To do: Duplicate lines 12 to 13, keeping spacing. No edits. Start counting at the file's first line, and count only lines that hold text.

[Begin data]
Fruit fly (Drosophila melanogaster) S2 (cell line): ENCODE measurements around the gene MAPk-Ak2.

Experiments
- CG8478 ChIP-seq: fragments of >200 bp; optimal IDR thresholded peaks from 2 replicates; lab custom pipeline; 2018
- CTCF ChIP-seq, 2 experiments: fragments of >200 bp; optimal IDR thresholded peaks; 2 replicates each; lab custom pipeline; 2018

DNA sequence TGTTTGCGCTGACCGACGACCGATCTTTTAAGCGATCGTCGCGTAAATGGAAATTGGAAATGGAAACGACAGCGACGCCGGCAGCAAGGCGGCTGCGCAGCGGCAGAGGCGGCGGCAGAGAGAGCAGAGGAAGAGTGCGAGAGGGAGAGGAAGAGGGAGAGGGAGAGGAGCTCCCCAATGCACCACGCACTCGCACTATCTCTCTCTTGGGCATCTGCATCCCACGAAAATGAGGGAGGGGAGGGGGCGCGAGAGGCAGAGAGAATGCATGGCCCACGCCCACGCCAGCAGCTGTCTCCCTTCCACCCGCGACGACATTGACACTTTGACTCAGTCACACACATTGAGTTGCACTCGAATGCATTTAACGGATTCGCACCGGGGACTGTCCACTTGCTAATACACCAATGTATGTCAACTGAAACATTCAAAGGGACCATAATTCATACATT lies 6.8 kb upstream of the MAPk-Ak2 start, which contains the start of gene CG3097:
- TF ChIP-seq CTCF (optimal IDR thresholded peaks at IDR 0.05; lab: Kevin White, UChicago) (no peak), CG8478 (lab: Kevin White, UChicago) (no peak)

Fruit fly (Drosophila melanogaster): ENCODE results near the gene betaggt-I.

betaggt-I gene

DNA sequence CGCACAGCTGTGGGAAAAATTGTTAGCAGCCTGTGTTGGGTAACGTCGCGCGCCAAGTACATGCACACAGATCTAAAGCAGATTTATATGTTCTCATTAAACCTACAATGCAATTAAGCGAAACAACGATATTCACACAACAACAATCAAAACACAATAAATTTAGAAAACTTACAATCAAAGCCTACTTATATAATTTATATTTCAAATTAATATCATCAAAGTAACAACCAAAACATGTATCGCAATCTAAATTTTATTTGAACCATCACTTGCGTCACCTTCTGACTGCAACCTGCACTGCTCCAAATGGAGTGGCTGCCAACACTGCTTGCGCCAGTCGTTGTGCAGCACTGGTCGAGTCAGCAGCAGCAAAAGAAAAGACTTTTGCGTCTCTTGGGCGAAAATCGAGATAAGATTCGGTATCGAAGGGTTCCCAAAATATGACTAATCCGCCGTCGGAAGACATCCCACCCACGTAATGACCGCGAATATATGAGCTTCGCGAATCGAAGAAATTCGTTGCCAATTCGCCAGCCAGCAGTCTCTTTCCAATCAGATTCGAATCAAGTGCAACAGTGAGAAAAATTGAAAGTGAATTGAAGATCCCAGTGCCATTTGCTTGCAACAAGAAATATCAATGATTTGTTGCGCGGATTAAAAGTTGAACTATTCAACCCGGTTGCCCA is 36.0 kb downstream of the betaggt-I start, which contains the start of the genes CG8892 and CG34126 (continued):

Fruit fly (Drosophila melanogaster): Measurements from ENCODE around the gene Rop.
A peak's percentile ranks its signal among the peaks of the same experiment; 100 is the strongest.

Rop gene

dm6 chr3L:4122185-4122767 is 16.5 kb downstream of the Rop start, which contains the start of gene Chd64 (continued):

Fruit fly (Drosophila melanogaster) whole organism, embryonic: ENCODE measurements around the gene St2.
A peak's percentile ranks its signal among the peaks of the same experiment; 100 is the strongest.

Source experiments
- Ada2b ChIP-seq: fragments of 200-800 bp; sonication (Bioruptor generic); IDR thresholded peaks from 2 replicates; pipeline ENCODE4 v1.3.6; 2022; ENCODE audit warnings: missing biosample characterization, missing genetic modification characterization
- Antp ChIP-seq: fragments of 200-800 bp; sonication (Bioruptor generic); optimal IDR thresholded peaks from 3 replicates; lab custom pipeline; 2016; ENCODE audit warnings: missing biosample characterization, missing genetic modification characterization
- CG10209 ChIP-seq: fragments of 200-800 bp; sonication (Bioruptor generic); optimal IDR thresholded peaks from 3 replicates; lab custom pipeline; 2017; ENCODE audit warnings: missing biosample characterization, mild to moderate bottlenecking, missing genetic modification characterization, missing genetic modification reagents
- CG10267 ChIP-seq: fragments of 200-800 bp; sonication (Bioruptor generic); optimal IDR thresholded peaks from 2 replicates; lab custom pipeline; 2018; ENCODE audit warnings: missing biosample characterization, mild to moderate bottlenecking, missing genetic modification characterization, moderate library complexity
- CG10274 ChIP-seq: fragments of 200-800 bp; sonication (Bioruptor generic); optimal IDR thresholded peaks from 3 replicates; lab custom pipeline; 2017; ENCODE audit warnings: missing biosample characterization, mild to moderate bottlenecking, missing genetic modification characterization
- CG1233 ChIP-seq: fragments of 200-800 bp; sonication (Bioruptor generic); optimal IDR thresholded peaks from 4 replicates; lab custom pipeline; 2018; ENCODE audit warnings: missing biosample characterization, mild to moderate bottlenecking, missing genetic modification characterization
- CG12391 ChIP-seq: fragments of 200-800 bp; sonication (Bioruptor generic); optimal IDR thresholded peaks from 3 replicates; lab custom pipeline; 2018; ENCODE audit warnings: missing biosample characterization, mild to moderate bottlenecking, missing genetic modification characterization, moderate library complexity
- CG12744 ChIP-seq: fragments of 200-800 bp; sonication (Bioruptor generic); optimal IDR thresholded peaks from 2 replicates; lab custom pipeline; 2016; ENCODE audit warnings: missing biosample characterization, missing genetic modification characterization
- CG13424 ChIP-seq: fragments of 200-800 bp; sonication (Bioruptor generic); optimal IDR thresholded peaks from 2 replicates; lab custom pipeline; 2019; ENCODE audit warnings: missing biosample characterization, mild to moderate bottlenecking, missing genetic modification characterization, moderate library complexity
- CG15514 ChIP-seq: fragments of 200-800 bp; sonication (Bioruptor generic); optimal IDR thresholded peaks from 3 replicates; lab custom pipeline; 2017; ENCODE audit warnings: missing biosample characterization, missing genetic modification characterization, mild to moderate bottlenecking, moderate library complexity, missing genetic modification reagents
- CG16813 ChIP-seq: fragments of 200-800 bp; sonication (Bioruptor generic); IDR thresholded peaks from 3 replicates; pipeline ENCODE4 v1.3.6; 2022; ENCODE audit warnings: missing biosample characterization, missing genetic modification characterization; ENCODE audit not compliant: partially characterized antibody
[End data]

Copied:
Rop gene

dm6 chr3L:4122185-4122767 is 16.5 kb downstream of the Rop start, which contains the start of gene Chd64 (continued):